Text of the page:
The lesson of the last three decades for the left is not, as Gutstein concludes, to work to restore the credibility of welfare capitalism, but to face up to the reality of what happens when working class movements fail to take the driver’s seat themselves, and allow business to keep its hands on the wheel. Left in place to drive the car, the major shareholders and board members of the top corporations steer in the direction that suits themselves, veering only slightly off course when the passengers, or the conditions of the road, leave them no other choice. But the road of capitalism is narrow, and business absolutely will not steer off the road, though it is in another direction that the interests of the car’s working class passengers lie. As Gutstein points out, “poverty, homelessness, inequality, poor healthcare, racism and sexism” are the traditional concerns of the left, and it is in societies in which the working class has come to power that these evils have been greatly reduced, if not eradicated altogether. By contrast, in societies in which business has been left in the driver’s seat or where labor attempts to share power with business, progressive gains, if they’ve gone far at all, are almost always temporary, revoked the moment business needs to take them back and is strong enough to do so. No, the lesson of the last three decades for the left is not to work to restore the credibility of social welfare capitalism, but for the working class itself to take control of the economy and to replace business in the driver seat. This is the only way to permanently secure the benefits business temporarily ceded to one section of the global working class during the post-war period, and to make them a reality for all.

1. Donald Gutstein, Not a Conspiracy Theory: How Business Hijacks Democracy, Key Porter Books, 2009, p. 315.
2. Gutstein, p. 59.
3. Gutstein, p. 57.
4. Gutstein, p. 17.
5. Gutstein, p. 315.
6. Gutstein, p. 58.
7. Gutstein, p. 304.
8. Jennifer Agiesta and Jon Cohen, “Public opinion in U.S. turns against the war,” The Washington Post, August 20, 2009; John F. Burns, “Brown pledges to maintain Britain’s Afghan forces,” The New York Times, September 5, 2009; Julian E. Barnes, “Doubt raised on troop boost in Afghanistan war,” The Los Angeles Times, September 11, 2009; Linda McQuaig, “NATO is an unwelcome wedding guest,” The Toronto Star, July 28, 2009; “Just 40% of US back Afghan conflict,” The Morning Star (UK), October 8, 2009; Eric Schmitt and Steven Erlanger, “U.S. seeks 10,000 troops from its allies in Afghanistan,” The New York Times, November 26, 2009.
9. GlobeScan, “Wide Dissatisfaction with Capitalism — Twenty Years after Fall of Berlin Wall,” November 9, 2009, http://www.globescan.com/news_archives/bbc2009_berlin_wall/bbc09_berlin_wall_release.pdf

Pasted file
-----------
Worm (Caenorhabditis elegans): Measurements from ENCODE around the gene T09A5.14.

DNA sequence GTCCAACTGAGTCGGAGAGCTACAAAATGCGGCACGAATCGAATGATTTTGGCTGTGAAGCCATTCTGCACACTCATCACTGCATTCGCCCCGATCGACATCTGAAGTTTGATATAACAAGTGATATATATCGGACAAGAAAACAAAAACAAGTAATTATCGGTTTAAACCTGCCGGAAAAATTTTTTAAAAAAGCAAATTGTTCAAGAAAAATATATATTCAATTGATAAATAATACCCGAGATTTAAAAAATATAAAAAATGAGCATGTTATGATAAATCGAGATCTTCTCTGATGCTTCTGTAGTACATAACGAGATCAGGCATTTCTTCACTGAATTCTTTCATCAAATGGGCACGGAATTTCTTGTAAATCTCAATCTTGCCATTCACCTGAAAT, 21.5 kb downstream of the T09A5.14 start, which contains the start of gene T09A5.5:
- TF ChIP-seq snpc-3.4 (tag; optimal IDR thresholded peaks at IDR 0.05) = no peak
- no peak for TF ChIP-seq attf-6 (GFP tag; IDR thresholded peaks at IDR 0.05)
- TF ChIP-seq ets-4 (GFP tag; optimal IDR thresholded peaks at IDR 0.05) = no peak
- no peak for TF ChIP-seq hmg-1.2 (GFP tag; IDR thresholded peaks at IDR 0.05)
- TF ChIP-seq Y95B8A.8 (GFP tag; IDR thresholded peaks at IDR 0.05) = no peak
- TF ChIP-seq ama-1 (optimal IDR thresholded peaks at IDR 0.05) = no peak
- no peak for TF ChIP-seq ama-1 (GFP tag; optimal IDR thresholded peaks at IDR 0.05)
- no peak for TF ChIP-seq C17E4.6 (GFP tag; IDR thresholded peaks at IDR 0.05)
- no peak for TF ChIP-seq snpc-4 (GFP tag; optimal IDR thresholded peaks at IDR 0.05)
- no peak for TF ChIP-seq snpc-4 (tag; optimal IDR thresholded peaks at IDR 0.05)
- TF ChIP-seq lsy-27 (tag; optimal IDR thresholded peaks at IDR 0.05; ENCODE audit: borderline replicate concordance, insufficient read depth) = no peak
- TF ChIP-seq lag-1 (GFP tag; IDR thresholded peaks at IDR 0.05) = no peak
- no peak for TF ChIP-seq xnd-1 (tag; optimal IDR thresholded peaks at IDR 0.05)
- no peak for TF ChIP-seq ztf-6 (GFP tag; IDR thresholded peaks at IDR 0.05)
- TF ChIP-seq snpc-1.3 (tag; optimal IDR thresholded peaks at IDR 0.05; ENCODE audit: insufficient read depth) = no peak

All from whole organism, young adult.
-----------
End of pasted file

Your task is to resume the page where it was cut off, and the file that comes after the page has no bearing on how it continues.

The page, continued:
10. Gutstein, p. 80.
11. Gutstein, p. 303.
12. Gutstein, p. 58.
13. Gutstein, p. 66.
14. Ibid.
15. Gutstein, p. 92.
16. Gutstein, p. 63.
17. Ibid. One of the people involved in the post-World War I campaign was Ivy Ledbetter Lee who “helped John D. Rockefeller clean up his reputation.” This was done by establishing the Rockefeller Foundation. Being liberal, Rockefeller’s philanthropy escapes Gutstein’s critical gaze.
18. Gutstein, p. 70.
19. Ibid. It’s curious that Gutstein considers private enterprise ideology to be uniquely dominant in North America. While it’s true that social programs and unions are stronger in other places (Western Europe, for example), it would be an exaggeration to say that private enterprise ideology isn’t dominant among mainstream journalists and media commentators, top level civil servants and political parties, including labor, socialist and social democratic parties, outside of North America. It is not, however, dominant among the majority, as shown above.
20. Gutstein, p. 315.
21. Gutstein, p. 11-12.
22. Gutstein, p. 73.
23. Paul Sweezy, “Power elite or ruling class?” Monthly Review Pamphlet Series, No. 13.
24. G. William Domhoff, Who Rules America? Power, Politics and Social Change, McGraw-Hill, 2005.
25. Gutstein, p. 30.
26. Gutstein, p. 56.
27. Paul A. Baran and Paul M. Sweezy, Monopoly Capital: An Essay on the American Economic and Social Order, Monthly Review Press, April, 2009.
28. Fred Goldstein, Low-Wage Capitalism: Colossus with Feet of Clay, World View Forum, New York, 2008.
29. Gutstein, p. 309.
30. Ibid.
31. Gutstein, p. 318.
32. Ibid.
33. Joan Roelofs, Foundations and Public Policy: The Mask of Pluralism, State University of New York Press, 2003; See also Michael James Barker’s web-log, http://michaeljamesbarker.wordpress.com/. Barker has written extensively on liberal philanthropies and their role in manipulating democracy.
34. Gutstein, p. 292.
35. Goldstein.

U.S. imperialism: Hidden in plain sight

Posted in Afghanistan, Imperialism, Moderate Left, Pakistan, Propaganda, Soviet Union, Taliban by what's left on August 21, 2009

By Stephen Gowans